• Provide unassigned time to seed and cultivate ideas.

    • Create social bonds with talent through adventures, sports, games, contests, parties, and celebrations. For example, a former IBM manager used to take his 24 managers on a white-water rafting trip down the Colorado River each summer. He says, "When you're in white water together, and someone falls out of the raft, and you have to think how to get him back in, that creates deep bonding. At night, at a campsite that is far removed from cell phones and other distractions, the group can discuss different business strategies."

  3. Managing Talent describes how to treat talents as customers and create opportunities and freedoms for talents to stretch for their dream, for the things that make big differences for the company and for society. Managing talents may seem a hopeless endeavor. Talents seek freedom and support, not managing. Again, think of talents as customers. You can't manage customers. You can only provide them with the goods and services they want and need. Determine their customer requirements. Ask talents what they believe is the most important thing they can do for the company. If it is within the boundaries of the strategic direction of the company, ask them what they need from you and then provide those needs instantly. Act quickly. Delays in service indicate that you don't care—not a message you want to send to temperamental customers.

    Managing talent has to be learned. Managers must know how to get the best out of people and how to strategically place them in the right position where they are not dragged down by routine work. Managers must provide the setting in which their talents can produce maximum knowledge and maximum innovation and have maximum impact. When strategically managed, talents will generate maximum return. Many companies don't bother to grow their own talent or have talent farms or other ways to grow talent because they don't have anything like a TMS. They think managing talent is the human resource manager's job. Many managers mistake "people who kiss up to the manager" for talents—and they may promote the wrong people. Whom you know becomes much more important than what you know or what you do. This is a common mistake. Don't let politics get in the way of making good decisions. The manager may have a hard time making the proper decision. Often, the employees will know the talent better than the manager does. There are a couple of easy ways to solve this problem. The simplest way is for the manager to get an unbiased read from the employees on who is doing the best work. If the manager does it regularly enough, the employees will let down their guard, and the communication will be best. Absent that level of communication, the manager may need a more formal way of ascertaining who might be most talented. The manager might need an independent unit led by a chief talent officer (CTO) who manages the talent. In addition, the company could establish a "Keep Talent Happy Council" headed by a CTO to provide the guidance and training of the management team. If the organization is having a difficult time analyzing, finding, managing, or keeping its most talented people, something along these lines is a good idea.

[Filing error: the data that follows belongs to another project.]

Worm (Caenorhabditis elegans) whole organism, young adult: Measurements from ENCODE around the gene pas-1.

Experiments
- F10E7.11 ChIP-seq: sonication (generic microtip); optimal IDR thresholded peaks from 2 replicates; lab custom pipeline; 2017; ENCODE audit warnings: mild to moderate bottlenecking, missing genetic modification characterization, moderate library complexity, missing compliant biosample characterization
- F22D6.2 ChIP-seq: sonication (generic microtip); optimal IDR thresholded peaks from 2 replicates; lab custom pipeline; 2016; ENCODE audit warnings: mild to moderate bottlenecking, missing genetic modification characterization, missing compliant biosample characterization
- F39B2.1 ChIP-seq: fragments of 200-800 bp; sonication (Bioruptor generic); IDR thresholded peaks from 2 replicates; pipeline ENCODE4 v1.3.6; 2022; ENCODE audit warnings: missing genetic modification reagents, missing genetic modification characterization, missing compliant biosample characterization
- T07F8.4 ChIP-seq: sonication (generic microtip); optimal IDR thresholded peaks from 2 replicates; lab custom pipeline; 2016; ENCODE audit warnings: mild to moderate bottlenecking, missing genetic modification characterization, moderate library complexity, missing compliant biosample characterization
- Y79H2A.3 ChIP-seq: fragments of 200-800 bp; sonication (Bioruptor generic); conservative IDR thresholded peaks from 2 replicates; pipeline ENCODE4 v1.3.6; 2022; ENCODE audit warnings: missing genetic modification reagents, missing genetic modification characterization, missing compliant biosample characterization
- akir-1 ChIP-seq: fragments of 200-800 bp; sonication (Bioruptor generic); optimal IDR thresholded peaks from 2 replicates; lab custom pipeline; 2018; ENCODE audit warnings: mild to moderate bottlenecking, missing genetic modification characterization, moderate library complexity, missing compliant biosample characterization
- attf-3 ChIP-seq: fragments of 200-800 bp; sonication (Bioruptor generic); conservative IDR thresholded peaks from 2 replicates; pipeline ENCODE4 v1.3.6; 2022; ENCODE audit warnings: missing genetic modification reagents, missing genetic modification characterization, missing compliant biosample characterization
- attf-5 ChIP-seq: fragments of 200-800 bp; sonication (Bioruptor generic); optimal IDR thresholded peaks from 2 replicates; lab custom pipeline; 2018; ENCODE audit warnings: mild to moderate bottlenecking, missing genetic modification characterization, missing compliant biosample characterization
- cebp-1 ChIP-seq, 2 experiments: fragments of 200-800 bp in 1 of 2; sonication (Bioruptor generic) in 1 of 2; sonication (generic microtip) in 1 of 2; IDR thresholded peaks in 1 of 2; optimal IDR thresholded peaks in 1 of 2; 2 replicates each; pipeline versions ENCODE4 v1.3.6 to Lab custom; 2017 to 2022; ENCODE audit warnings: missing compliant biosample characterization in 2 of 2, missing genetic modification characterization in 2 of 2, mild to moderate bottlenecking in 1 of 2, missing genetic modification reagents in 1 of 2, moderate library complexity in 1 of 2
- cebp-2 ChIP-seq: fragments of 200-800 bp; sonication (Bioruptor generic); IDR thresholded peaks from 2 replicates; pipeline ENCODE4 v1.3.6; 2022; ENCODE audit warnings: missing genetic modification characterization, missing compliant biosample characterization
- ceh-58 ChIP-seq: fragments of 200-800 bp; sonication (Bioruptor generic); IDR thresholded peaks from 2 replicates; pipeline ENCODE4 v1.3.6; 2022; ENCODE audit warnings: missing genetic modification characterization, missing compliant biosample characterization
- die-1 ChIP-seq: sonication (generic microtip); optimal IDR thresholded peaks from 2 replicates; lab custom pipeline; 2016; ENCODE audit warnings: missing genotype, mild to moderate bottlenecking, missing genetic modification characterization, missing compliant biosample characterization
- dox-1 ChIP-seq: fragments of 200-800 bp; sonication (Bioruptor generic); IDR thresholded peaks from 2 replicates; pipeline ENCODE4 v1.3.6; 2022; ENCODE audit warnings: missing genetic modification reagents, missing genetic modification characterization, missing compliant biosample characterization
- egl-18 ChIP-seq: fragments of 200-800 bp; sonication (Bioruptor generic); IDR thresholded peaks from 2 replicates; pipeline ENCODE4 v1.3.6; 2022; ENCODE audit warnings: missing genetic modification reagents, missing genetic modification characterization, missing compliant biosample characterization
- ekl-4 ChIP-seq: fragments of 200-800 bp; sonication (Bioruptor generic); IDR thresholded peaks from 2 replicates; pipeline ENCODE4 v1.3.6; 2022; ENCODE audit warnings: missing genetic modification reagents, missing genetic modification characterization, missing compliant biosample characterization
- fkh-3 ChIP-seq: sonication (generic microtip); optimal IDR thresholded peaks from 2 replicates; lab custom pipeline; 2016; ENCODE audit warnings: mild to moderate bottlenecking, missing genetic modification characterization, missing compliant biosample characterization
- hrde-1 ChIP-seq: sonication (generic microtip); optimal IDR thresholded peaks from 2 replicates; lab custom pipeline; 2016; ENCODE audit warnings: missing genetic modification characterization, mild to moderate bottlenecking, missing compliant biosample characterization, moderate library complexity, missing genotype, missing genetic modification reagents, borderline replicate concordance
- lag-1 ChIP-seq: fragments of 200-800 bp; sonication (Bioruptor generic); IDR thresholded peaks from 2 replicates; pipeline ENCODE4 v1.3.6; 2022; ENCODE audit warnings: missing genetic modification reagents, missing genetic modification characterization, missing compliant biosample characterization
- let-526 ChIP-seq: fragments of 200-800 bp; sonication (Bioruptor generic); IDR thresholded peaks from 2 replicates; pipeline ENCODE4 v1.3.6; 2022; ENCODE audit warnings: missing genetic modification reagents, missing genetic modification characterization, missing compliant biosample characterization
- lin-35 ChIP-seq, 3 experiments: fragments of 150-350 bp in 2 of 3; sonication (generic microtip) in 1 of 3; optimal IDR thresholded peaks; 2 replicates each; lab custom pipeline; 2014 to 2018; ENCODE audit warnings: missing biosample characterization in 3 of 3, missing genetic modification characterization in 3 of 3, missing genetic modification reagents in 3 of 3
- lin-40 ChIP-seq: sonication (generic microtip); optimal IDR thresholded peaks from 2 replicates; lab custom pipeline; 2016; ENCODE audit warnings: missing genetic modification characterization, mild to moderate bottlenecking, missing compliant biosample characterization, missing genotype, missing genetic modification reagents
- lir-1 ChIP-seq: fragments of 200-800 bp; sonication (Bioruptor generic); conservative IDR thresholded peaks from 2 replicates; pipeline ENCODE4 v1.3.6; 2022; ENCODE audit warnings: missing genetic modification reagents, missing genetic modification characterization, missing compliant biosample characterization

Treating talents as preferred suppliers by spectacularly compensating them for their spectacular contributions will also change the behaviors of the managers whom you wish to retain. The demand for talent places new demands on management. Managers who attract talent should be on the talent track. Those who repel talent should be somewhere else.